For all of Dr. Strangelove’s Cold War setting it’s still a remarkably biting piece of satire over 50 years later, and like many of the best comedies the laughs come equally from those who are playing it dead straight as much as those who are revelling in the absurdity of it all (Sellers’ own performances adhere to one facet or the other). Kubrick’s renowned perfectionism also adds a chilling feeling of plausibility and verisimilitude to proceedings, with the detailed B-52 interiors looking incredibly authentic as does the War Room thanks to Ken Adam’s incredible sets, and the sequence of the base being attacked features some of the most realistic combat footage ever filmed. Even though Kubrick would revisit warfare in both Barry Lyndon and Full Metal Jacket, there’s something so raw and immediate about Dr. Strangelove’s battle scenes that they look astonishingly authentic, like genuine newsreel footage, with the crisp black-and-white cinematography of Gilbert Taylor giving the entire movie a sense of timelessness that seems to disappear whenever you see colour photos from the set.
Basically, Dr Strangelove, or: How I Learned to Stop Worrying and Love the Bomb still stands out as being one of Stanley Kubrick's finest cinematic achievements, which in itself is quite some feat considering his storied career.
Following on from Sony’s 2009 Blu-ray release comes this updated Region B Criterion equivalent, again at high-definition 1080p with an AVC encode. Sony undertook an extensive 4K restoration a decade ago, as unfortunately the original negative was destroyed years before by mishandling. Grover Crisp and his restoration team made use of various other surviving materials to effect the 4K refurbishment of the film, including a fine grain master (a positive element minted directly from the negative), a duplicate negative and even a theatrical print, using digital tools to balance the grain, contrast and density of the sources from shot to shot, and it's this restoration which also forms the basis of this Criterion Blu-ray edition.
Presented in the original black-and-white at a fixed 1.66 aspect (with pillarboxed borders on the sides of the image, this is normal) you won’t find any variable aspect ratio shenanigans as seen on various DVDs and Criterion’s own Laserdisc edition (which was released 24 years ago to the day of publication of this Blu-ray review). Kubrick may have preferred open matte 4:3 for his movies in the age of ‘pan and scan’ home video, but there is no doubt in my mind that from The Killing onwards his non-large-format films were meticulously framed for matted theatrical release at either 1.66 or 1.85, and so it does them (and Kubrick's intended theatrical framing) a disservice to not present them as such in the modern age of 16:9 high definition/4K video.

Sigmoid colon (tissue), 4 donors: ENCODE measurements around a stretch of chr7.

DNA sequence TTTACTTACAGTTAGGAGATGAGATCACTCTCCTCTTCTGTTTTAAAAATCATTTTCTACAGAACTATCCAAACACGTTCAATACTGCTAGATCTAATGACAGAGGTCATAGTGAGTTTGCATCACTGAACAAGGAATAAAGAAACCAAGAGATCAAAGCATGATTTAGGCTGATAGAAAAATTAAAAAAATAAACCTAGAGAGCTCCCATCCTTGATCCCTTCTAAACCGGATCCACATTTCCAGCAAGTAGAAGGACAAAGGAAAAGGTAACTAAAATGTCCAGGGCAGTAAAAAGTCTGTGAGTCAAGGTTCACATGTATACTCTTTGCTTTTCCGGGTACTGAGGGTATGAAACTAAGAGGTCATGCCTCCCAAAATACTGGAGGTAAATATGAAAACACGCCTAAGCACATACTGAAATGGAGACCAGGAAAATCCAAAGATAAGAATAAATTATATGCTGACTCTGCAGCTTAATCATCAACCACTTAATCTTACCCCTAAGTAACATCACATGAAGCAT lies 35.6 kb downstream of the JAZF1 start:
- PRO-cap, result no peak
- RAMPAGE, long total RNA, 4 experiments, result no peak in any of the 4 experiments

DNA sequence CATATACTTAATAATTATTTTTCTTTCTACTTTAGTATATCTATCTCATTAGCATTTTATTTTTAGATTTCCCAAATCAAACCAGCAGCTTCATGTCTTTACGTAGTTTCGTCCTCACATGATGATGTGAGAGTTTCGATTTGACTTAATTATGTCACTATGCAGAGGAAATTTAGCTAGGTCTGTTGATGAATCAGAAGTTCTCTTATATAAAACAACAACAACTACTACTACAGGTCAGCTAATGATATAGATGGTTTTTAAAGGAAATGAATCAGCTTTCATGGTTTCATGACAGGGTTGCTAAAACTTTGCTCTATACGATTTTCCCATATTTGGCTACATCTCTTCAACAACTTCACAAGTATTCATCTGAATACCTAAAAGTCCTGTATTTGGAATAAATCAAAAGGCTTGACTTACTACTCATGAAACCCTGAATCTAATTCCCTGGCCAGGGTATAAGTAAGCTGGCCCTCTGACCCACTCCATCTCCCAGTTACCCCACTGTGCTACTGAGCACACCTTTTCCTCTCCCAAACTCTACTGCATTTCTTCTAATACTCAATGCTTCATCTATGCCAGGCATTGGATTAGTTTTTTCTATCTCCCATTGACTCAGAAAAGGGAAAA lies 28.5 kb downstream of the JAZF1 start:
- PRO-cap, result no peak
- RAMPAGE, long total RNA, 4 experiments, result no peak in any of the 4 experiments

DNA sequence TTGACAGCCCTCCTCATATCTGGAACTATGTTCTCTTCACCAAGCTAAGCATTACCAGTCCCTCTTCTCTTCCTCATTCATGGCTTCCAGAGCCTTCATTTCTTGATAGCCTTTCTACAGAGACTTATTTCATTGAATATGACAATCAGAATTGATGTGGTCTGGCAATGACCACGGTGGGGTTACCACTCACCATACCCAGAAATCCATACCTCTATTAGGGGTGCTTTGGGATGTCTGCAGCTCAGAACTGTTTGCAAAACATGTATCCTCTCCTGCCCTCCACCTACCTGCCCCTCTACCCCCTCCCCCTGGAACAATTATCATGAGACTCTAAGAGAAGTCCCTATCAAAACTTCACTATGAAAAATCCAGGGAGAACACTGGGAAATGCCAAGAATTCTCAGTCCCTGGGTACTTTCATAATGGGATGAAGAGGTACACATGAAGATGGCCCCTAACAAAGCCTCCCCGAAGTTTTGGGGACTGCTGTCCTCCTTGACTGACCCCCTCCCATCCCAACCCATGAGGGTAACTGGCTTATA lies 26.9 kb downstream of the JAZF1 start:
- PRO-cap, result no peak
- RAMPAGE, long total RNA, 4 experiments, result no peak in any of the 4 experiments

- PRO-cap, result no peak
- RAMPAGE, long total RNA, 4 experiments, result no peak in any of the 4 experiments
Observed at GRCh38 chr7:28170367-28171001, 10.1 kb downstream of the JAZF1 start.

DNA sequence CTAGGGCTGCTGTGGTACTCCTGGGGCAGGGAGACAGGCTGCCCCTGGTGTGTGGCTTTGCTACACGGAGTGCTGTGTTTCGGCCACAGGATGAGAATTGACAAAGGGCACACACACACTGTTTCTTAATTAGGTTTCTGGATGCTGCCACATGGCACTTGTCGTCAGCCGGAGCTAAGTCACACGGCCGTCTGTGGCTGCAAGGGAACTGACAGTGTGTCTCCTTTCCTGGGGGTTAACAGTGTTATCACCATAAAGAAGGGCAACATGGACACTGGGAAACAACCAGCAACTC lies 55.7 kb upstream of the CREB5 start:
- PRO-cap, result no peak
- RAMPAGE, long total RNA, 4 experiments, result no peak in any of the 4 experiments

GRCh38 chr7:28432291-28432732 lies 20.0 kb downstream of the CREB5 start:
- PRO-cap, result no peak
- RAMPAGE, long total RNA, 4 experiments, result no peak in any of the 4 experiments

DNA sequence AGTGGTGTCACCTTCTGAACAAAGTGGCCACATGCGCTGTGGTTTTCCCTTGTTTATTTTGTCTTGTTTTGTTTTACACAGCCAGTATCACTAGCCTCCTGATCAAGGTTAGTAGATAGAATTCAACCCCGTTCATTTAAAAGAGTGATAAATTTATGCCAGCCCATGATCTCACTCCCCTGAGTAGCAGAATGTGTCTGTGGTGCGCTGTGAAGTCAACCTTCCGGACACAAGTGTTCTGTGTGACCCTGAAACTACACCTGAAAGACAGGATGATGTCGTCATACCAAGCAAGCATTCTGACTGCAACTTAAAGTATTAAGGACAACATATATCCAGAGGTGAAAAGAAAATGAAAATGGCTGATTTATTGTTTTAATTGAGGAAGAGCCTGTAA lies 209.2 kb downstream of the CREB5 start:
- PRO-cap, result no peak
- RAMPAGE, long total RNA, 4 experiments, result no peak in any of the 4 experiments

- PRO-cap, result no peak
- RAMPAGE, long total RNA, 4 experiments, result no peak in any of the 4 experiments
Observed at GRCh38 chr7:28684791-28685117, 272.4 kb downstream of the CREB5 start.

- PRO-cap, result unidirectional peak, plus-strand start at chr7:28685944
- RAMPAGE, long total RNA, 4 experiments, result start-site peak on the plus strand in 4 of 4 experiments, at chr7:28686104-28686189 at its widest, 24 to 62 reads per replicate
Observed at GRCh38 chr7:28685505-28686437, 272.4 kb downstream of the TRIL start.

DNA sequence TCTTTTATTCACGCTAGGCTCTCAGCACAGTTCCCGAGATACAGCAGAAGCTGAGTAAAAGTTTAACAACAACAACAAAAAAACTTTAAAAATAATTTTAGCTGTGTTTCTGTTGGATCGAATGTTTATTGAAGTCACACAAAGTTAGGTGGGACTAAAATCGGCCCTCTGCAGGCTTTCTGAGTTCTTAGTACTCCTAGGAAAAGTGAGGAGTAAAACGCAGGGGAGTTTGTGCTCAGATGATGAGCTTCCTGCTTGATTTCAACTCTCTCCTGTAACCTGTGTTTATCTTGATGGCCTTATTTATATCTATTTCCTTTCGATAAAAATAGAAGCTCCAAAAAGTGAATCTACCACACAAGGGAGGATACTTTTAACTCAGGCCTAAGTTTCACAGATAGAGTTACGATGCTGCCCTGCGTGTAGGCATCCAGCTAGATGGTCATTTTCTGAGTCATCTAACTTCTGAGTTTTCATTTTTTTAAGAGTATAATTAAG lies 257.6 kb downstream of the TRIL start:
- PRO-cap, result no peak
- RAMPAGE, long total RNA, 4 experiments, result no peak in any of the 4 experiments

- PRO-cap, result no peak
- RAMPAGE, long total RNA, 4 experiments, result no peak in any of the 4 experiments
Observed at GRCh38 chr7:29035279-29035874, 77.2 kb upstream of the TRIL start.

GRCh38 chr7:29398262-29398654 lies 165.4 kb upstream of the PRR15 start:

Right, with the obligatory Kubrick aspect ratio waffle out of the way I can get on with the review. This new Criterion Blu-ray maintains the excellence seen on Sony’s prior edition with a clean, stable image that’s been diligently scrubbed of dirt and scratches, offering up strong detail (you can sometimes see the wires on the B-52 bomber models, it was decided not to paint them out) along with a well observed greyscale. Some minor density fluctuations remain but this helps to remind us that this is film and it gives the image a pleasingly analogue quality in spite of the extensive digital restoration. Some shots occasionally harden up, looking harsher in terms of contrast and/or detail, but given the aforementioned disparity of the sources that’s entirely to be expected and for the most part it looks absolutely beautiful, it’s like having your own pristine print of Dr. Strangelove unspooling before your eyes. To all intents and purposes this edition is identical in terms of picture quality to the Sony release. It does exhibit some minor differences in compression when examined at the forensic level (click HERE for a quick lossless screencap comparison) but in motion I could not tell the two apart.
In terms of audio the Criterion trumps the Sony, as although both feature a lossless 5.1 remix (Dolby TrueHD on the Sony, DTS-HD MA on the Criterion) and a mono mix, the Criterion offers the mono in uncompressed PCM 1.0 as opposed to lossy Dolby Digital 2.0 on the Sony. The 5.1 mix itself isn’t some vast reimagining of the film as it’s extremely respectful, opening up the front sound stage to offer a little more width and atmosphere though the music still sounds like it’s in mono. The LFE is used sparingly but you do get a nice jolt from the subwoofer when Major Kong’s payload is finally dropped and he rides it all the way down to doomsday. The mono audio is quite healthy sounding in PCM, it’s still a bit thin and has just a touch of hiss here and there but given the age of the source it’s a very commendable effort, and it sounds cleaner than the lossy mono on the Sony disc.